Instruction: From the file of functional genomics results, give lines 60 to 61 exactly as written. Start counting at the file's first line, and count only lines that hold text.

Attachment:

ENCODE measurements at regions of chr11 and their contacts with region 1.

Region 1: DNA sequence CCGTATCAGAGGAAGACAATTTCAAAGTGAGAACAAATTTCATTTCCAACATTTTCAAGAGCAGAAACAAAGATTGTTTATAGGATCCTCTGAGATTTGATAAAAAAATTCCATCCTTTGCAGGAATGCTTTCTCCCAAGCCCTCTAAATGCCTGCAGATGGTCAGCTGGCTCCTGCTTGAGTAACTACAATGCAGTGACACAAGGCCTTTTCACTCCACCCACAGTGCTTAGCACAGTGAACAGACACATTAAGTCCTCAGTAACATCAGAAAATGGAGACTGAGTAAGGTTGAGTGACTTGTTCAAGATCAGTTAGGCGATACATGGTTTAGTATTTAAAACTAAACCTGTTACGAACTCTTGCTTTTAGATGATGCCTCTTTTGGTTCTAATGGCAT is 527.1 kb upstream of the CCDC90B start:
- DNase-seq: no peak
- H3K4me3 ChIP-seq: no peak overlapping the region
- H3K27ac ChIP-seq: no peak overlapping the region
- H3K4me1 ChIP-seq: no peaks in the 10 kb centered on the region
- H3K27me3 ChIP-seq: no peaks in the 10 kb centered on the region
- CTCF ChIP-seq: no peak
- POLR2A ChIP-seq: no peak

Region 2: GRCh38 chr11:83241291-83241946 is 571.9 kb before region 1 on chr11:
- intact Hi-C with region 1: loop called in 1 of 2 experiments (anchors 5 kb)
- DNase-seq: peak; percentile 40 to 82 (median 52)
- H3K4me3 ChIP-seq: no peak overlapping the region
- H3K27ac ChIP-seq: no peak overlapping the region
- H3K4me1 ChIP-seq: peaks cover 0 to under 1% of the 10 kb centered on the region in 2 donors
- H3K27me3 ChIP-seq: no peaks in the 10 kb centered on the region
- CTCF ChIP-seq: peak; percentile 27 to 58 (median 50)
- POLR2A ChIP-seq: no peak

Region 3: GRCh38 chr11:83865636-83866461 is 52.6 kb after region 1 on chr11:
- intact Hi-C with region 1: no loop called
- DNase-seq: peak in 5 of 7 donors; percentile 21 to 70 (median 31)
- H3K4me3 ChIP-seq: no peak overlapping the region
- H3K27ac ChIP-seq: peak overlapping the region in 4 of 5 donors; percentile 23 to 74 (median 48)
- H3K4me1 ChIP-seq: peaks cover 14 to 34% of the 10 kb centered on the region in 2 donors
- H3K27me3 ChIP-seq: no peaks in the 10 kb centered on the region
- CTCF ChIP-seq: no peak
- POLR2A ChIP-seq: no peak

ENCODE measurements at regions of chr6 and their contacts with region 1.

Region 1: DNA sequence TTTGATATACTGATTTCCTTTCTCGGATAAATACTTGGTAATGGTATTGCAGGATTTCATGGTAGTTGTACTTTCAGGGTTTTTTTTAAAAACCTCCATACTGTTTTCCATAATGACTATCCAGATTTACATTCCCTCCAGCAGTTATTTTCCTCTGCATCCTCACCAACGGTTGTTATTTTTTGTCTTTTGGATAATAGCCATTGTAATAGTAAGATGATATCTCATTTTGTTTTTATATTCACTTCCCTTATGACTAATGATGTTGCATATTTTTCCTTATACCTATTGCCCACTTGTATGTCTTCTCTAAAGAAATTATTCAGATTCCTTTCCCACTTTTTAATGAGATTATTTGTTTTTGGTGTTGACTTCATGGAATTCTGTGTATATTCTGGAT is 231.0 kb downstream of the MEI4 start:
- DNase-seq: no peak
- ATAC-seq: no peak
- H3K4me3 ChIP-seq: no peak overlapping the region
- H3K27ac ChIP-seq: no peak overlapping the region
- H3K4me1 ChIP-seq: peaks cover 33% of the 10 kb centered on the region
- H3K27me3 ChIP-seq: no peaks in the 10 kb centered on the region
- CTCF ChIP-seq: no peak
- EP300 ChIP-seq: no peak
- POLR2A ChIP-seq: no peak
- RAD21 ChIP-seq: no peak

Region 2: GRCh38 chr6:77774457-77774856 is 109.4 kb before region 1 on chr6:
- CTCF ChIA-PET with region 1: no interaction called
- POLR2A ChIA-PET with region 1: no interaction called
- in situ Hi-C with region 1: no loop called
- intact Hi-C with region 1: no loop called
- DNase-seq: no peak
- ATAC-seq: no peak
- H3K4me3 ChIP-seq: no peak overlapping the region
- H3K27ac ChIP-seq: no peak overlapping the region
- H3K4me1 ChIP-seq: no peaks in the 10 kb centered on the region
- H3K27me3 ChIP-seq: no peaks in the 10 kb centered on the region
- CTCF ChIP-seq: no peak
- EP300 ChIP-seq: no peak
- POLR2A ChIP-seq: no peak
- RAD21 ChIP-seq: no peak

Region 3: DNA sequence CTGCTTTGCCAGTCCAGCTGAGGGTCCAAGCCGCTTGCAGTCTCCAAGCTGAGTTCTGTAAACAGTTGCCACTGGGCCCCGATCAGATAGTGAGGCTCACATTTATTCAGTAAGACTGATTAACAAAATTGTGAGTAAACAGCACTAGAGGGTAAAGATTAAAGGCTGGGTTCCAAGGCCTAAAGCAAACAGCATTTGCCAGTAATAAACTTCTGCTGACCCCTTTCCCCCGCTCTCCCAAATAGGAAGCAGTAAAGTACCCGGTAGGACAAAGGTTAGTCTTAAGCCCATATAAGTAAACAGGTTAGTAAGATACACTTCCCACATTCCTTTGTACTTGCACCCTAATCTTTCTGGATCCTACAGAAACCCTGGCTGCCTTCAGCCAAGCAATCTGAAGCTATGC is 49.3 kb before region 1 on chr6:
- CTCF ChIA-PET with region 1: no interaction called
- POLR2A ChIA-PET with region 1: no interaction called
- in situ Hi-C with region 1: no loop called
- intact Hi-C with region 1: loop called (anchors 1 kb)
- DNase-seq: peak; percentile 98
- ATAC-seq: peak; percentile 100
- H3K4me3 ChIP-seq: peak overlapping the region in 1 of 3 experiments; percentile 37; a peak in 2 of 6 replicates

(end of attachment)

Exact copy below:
- DNase-seq: peak; percentile 98
- ATAC-seq: peak; percentile 100